Hi, friends! Welcome back to Stillwater! I hope that your school year has gotten off to a great start and you are getting settled into your routine. With the start of school comes the start of work, and these past few weeks I’ve picked up a project that I began in December of 2018.
In previous blog posts, I’ve talked about working with the Oklahoma Agricultural and Mechanical College yearbooks. At the end of these books is an advertisement section which lists many drug stores, grocery stores, clothing cleaners, doctors, and dentists found in Stillwater. I was curious to see what could be learned about Stillwater in the 1930s through a visual representation of these locations.
I came up with this idea in December of 2018 and I began to list the advertisements in an excel sheet. There were some discrepancies in the yearbooks. For instance, some of the yearbooks did not list an address for a specific business while the same business would list an address the follow year. Through listing the advertisements from each year in an excel sheet, I could correct these discrepancies.
After taking a semester’s hiatus from this project, I began working on it again in July. Using a map of Stillwater from 1929, I located the addresses and marked them on the map with a small sticky note. The map was fairly detailed and I was able to place the business rather accurately. While this created a neat, and colorful, visual representation, it was not terribly practical for sharing with the world.
Enter, My Google Maps. MGM is a lesser known feature on Google which allows you to drop points and draw lines on Google maps. I added points onto the map to represent the addresses and drew the outlines of the physical Stillwater map onto the Google map. It was difficult to drop the points and draw the lines approximately because Google maps was more modern and lacked specific building names. Moreover, some roads in Stillwater had changed since 1929; in the 1929 map, some of the roads on the east side of Stillwater were listed as dirt roads.
After completing this section of the project, my supervisor helped me to export the map to ArcGIS. ArcGIS will allow me to customize my map more and make it more user friendly. I hope to be able to share that soon!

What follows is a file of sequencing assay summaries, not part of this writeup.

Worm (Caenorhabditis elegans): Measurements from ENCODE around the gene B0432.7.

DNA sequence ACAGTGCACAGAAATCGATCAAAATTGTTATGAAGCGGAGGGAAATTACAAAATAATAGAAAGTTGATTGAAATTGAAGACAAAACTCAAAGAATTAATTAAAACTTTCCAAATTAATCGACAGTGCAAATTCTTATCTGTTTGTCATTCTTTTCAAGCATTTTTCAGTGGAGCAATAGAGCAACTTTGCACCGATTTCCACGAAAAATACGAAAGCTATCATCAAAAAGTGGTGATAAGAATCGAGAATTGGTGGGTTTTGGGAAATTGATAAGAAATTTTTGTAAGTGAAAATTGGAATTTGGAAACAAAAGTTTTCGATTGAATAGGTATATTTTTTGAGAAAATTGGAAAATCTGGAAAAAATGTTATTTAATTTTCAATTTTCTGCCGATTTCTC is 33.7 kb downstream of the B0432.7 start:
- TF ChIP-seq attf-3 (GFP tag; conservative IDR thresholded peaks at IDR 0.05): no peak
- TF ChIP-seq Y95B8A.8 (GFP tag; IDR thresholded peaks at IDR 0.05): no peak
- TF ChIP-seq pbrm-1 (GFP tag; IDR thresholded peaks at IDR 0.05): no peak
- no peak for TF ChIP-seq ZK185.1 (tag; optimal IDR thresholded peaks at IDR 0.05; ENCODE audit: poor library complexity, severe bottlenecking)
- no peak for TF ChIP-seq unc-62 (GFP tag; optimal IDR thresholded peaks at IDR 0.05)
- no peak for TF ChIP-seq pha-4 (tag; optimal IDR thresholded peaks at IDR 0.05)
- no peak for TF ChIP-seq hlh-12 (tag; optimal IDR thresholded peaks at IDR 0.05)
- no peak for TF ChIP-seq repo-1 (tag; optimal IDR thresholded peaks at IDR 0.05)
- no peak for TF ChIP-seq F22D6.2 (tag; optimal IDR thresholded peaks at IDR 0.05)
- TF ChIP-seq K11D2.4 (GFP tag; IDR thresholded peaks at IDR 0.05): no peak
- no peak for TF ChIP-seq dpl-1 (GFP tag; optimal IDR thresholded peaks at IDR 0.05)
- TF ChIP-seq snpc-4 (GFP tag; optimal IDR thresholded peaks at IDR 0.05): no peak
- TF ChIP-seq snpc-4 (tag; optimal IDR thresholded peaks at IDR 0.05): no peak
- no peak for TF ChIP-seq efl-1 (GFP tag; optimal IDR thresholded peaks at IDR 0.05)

The last blog post detailed my work with the OSU Yearbook collection. A project that stemmed from that collection, was the Student Demographics Project, in which I tracked 75 students to learn how the Great Depression affected them.
My time with Revit is coming to an end and although I gained an enormous amount of knowledge from this program, it was no easy feat. Learning Revit was a difficult task, as I mentioned in earlier blog posts (link to other blog posts), once the project was close to completion, the frustration and confusion I felt throughout the reconstruction process faded away and morphed into confidence.
As part of the digital humanities internship experience, I was assigned to reconstruct one of Oklahoma State University’s (OSU) demolished buildings, Williams Hall. Williams Hall was built in the early 1900’s, before the rapid modernization which occurred in Stillwater, Oklahoma. Williams Hall initial function was the library, and it was actually the first library on OSU’s campus.
Have you ever wondered what an old building previously looked like? Have you ever seen pictures of a building and thought “wow, I wish I could see that”? Historical reconstruction is the recreation of the building based on blueprints, pictures, books, and other archival materials.
The problems that face reconstructing a historical building is that preservationists claim that reconstructing a building is unethical and more detrimental to the historical value of the building; Some historians agree with this stance, but it is inevitable for a historical building (since they are incredibly old) to either be destroyed, altered, or receive a complete remodel.
(Daria Kareeva and Valeriya Glazkova, “Reconstruction and restoration of historical buildings of transport infrastructure” IOP Conference Series: Earth and Environmental Science, 1-7)
With the rise in technology, people are utilizing the 3D elements and archival material via libraries (such as the Oklahoma State University Library Archives) to reconstruct historical buildings.